By Pension and Benefits Editorial Staff
The vast majority of employer-sponsored plans have lost grandfathered status, according to comments from both the ERISA Industry Committee (ERIC) and the American Benefits Council. The two organizations submitted comments to the Departments of the Treasury, Labor, and Health and Human Services (Departments) in response to a request for information (RFI) on grandfathered plans. The Departments issued the RFI to understand the issues related to grandfathered health plans, and to estimate the impact of any potential changes to the rules for retention of grandfathered status for group health plans and group health insurance coverage.
Grandfathered plans. Under Sec. 1251(a)(1) of the Patient Protection and Affordable Care Act (ACA), individuals may keep their individual and group health plans that were in effect upon enactment of health reform, and these “grandfathered” plans are exempt from many, but not all, of the individual and group market reforms that take effect in 2014 or earlier. According to 2015 final regulations, there are at least six types of changes will cause a plan to lose grandfathered status, such as the elimination of benefits, an increase in the percentage of cost-sharing, an increase of fixed-amount cost-sharing, and a decrease in the contribution rate by employers. If a plan loses grandfathered status, the status cannot be regained.
ERIC. ERIC’s comments were submitted by James Gelfand, senior vice president of health policy at ERIC, and concentrate mainly on the lack of large, self-insured plans that continue to maintain grandfathered status. He noted that the Departments’ 2015 guidance made it “extraordinarily difficult to maintain grandfathered plan status.”
He continued, “Employers were effectively tasked with the choice of maintaining their 2010 plan designs (free of certain ACA requirements) versus implementing new plan designs (subject to those ACA requirements) with greater promise to control costs and tailor benefits for changing workforces. Not surprisingly, flexibility won.”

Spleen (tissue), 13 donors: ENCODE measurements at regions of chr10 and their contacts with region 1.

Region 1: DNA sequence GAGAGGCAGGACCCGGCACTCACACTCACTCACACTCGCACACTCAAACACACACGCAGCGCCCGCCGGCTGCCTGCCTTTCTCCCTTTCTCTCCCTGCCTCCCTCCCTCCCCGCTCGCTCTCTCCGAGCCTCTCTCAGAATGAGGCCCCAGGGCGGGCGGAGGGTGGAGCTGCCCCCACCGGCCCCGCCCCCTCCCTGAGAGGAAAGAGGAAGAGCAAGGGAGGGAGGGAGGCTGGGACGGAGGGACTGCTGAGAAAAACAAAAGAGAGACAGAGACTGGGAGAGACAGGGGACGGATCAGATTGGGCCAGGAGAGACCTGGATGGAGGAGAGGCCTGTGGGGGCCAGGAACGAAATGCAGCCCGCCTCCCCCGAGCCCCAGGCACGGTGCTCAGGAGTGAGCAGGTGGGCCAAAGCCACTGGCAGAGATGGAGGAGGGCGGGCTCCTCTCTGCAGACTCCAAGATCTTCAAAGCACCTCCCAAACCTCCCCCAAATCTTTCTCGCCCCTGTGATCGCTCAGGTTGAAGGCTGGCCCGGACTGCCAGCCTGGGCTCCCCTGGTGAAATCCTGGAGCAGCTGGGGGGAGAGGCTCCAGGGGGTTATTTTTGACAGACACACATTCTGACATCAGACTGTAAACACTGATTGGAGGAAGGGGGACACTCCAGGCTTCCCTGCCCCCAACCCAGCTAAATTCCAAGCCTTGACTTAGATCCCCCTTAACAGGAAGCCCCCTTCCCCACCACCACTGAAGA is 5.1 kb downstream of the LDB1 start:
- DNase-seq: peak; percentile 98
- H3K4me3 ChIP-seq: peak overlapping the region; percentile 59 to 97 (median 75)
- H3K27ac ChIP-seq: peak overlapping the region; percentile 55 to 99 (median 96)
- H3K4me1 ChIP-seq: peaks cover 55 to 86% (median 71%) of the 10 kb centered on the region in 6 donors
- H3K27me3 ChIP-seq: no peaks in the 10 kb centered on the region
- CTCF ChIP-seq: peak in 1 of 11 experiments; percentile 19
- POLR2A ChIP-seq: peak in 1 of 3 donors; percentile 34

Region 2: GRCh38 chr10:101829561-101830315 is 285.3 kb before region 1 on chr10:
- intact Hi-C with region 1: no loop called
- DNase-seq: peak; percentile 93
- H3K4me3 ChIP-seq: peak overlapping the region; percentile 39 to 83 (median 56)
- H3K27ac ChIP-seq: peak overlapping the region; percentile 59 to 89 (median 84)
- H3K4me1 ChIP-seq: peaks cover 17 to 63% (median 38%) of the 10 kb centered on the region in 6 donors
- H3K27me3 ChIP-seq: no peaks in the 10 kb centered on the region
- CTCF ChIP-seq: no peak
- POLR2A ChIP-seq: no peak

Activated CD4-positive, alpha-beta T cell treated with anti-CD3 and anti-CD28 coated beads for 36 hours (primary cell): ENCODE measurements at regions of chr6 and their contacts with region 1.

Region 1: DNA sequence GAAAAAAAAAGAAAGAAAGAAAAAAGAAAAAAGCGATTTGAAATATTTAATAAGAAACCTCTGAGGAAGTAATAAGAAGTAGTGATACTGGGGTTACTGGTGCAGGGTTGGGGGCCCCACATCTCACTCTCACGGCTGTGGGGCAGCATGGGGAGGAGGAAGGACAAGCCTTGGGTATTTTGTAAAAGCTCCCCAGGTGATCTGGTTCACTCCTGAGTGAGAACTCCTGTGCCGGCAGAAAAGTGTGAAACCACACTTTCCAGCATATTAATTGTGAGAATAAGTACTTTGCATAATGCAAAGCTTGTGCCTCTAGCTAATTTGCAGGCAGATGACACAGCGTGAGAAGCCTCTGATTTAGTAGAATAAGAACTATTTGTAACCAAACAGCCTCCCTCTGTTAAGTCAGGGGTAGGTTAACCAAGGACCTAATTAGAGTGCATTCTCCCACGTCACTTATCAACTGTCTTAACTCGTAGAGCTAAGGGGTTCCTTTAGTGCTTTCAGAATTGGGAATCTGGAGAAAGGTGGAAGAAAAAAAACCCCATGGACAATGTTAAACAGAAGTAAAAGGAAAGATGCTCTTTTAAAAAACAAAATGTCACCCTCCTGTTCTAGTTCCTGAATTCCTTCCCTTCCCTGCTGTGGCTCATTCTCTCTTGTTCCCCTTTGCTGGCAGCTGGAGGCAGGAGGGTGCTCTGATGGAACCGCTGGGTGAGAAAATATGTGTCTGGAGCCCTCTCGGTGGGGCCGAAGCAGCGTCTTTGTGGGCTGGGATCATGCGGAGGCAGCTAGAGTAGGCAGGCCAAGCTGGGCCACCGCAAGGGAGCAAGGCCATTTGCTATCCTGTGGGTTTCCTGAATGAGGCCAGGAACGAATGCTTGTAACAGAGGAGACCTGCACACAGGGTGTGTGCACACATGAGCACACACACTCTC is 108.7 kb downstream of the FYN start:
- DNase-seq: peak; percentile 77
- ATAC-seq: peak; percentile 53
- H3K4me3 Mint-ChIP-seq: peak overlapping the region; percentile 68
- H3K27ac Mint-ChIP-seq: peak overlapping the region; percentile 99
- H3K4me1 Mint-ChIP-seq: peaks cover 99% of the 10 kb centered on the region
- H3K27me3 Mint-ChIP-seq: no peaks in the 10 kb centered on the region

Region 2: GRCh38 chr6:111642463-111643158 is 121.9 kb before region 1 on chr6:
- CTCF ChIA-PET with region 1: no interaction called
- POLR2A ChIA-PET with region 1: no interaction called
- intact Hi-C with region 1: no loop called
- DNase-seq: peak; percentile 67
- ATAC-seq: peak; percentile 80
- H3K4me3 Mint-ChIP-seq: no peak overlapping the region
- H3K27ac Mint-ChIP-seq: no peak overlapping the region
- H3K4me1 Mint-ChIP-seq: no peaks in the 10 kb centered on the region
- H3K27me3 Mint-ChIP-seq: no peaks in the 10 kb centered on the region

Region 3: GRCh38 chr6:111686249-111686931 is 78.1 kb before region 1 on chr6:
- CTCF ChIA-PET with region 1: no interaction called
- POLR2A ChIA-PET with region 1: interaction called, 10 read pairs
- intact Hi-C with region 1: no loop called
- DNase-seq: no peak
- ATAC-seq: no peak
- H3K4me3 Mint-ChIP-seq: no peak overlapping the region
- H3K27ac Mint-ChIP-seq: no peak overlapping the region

“Unless the Departments are considering allowing plans to turn back the clock and re-establish grandfathered status in some fashion, and with significant new flexibility, then the toothpaste is already out of the tube, and unlikely to be squeezed back in,” concluded Gelfand, meaning that most plans have already lost grandfathered status and refining the requirements for existing grandfathered plans is “a bit too little and a bit too late.”
American Benefits Council. Kathryn Wilber, senior counsel for health policy at American Benefits Council, submitted comments for the Council, and like ERIC, note that the vast majority of Council members offer plans that do not have grandfathered status. However, with input from a few companies that reported offering a plan with grandfathered status, the Council offered a few suggestions to the Departments on grandfathered plans.
Wilber noted that there are many challenges for plans that wish to maintain grandfathered status, and that “the restriction on increases allowed for prescription drug copayments was most challenging, given that prescription drug inflation exceeds medical inflation.” In fact, most plans have relinquished grandfathered status because of “changes in employee cost-sharing,” and more specifically, deciding to move a health savings account (HSA)-qualified high-deductible health plan.
However, the plans that have maintained grandfathered status due so because of the reduced regulatory burden and savings in claims and administrative costs. “One employer indicated a savings of about 2 percent a year which was one-half its average annual medical trend,” said Wilber. “Grandfathered plan status was also preserved where the plans was subject to a collective bargained agreement or acquired in a merger or acquisition.”
SOURCE: http://www.eric.org/health/eric-responds-to-rfi-on-grandfathered-health-plans/; https://www.americanbenefitscouncil.org/pub/?id=b9d1e68d-cbfd-d765-0f02-1a9abfd6d2d9
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